Hunter with his companion, John Miller. Because Miller has limited speech, Hunter has learned to obey cues written on cards. Courtesy Photo


It was a proud day in June when Susan Augenbergs saw Hunter, a puppy she helped train as a service dog, paired with his forever
companion in a graduation ceremony at the Indiana Women’s Prison in Indianapolis.

Susan and her husband, Uldis, who own Framemakers on West Kirkwood, work with the Indiana Canine Assistant Network (ICAN) training program, an Indianapolis nonprofit organization that assists people with disabilities. The couple has cared for five puppies and several older dogs since 2014. Hunter, a golden retriever-Labrador mix who is now 3 years old, was their first. They took him in for two months when he was 8 weeks old and cared for him again for a four-week furlough period.

Hunter as a puppy in Bloomington. Courtesy photo

“He is so mild-mannered and just a really smart dog,” Augenbergs says. “At graduation, he was so happy to see me and remembered us by our scents.” Hunter was placed with John Miller, 59, of Evansville, Indiana, who has limited mobility and speech due to a stroke. Hunter has learned to obey cards with written cues such as “sit” and “down.”     

Using positive reinforcement, inmates at Indiana Women’s Prison in Indianapolis and at Pendleton Correctional Facility and Correctional Industrial Facility teach the ICAN dogs 75 to 100 cues. Dogs are placed with people with limited mobility, diabetes, autism, and other disabilities. Nearly 175 dogs have been placed with people in the past 15 years.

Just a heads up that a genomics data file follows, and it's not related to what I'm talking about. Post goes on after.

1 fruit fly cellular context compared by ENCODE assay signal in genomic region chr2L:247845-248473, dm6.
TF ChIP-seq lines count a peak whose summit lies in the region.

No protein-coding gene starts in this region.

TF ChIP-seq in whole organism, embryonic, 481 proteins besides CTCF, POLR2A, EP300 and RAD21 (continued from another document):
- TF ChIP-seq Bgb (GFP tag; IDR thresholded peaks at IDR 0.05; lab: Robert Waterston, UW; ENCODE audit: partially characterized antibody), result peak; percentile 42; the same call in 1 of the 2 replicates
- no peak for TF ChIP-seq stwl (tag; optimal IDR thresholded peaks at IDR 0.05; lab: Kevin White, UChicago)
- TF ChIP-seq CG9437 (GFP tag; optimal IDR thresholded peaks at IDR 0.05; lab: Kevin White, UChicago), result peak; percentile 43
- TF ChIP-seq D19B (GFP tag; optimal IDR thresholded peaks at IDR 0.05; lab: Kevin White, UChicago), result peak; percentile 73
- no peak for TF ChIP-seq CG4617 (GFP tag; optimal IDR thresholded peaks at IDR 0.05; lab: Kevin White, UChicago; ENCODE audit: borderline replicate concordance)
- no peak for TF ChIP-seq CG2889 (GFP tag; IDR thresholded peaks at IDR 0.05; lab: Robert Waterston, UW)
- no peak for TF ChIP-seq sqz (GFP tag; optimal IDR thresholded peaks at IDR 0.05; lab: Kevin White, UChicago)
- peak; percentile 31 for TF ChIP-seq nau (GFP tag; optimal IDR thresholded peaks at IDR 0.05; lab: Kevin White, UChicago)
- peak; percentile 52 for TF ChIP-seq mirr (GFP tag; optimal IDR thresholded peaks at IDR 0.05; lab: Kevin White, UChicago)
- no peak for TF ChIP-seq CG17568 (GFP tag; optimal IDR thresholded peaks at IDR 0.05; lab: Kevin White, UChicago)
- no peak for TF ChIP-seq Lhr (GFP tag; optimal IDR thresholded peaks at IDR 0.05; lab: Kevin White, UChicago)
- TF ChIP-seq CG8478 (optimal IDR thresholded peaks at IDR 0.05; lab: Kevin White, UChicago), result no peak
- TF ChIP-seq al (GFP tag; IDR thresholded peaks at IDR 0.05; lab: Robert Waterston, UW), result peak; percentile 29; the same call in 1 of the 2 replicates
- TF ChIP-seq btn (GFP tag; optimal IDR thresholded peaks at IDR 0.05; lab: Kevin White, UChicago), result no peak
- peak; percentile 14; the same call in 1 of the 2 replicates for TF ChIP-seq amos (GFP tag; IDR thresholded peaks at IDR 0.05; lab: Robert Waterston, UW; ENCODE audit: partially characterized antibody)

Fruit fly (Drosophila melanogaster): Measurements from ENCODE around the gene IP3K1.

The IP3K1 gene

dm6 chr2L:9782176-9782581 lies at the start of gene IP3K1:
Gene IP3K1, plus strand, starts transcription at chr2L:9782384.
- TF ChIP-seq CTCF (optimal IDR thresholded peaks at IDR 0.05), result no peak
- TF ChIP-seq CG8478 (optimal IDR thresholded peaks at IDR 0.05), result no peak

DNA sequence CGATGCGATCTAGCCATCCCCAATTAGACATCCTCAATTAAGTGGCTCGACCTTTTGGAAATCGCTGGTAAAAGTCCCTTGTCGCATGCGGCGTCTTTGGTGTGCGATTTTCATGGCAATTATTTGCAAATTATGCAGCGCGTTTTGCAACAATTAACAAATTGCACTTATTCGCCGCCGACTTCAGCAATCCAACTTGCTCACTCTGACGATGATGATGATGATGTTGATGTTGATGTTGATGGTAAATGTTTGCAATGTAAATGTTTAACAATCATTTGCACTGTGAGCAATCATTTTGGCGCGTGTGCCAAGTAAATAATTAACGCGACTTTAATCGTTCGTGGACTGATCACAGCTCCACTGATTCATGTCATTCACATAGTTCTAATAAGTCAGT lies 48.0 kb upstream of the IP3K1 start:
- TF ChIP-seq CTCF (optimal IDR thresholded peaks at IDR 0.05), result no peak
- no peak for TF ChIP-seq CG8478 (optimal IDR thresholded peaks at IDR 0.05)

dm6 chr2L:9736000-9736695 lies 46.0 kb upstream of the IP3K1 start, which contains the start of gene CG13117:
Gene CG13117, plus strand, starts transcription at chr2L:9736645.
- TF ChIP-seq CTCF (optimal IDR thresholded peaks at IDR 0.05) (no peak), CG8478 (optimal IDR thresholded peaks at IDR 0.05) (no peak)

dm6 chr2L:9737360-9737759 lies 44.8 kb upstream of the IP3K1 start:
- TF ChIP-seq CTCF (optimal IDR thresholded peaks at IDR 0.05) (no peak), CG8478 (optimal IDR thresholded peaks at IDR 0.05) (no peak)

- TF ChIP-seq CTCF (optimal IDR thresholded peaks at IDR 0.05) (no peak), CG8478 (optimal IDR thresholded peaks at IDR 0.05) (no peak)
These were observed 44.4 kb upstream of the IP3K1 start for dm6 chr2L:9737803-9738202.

Dogs learn basic commands, including stay, sit, heel, and drop, as well as complex tasks such as providing balance assistance, opening cabinets, and retrieving objects. Volunteers, like the Augenbergs, raise puppies before training begins and during several furloughs to reinforce cues, redirect them if they don’t understand cues, and help get them accustomed to being in public. The Augenbergs take their puppies to work, restaurants, stores, and on other outings.   

As volunteers, they received an initial 18 hours of training and refresher classes throughout the year in Indianapolis.

“It’s a lot of nurturing and a lot of loving,” Augenbergs says. “It’s all about making them comfortable and confident. You fall in love with them, but you know they’re not yours from the beginning. We’re all in this to teach the dogs and for the end result—to help the people who need them.”

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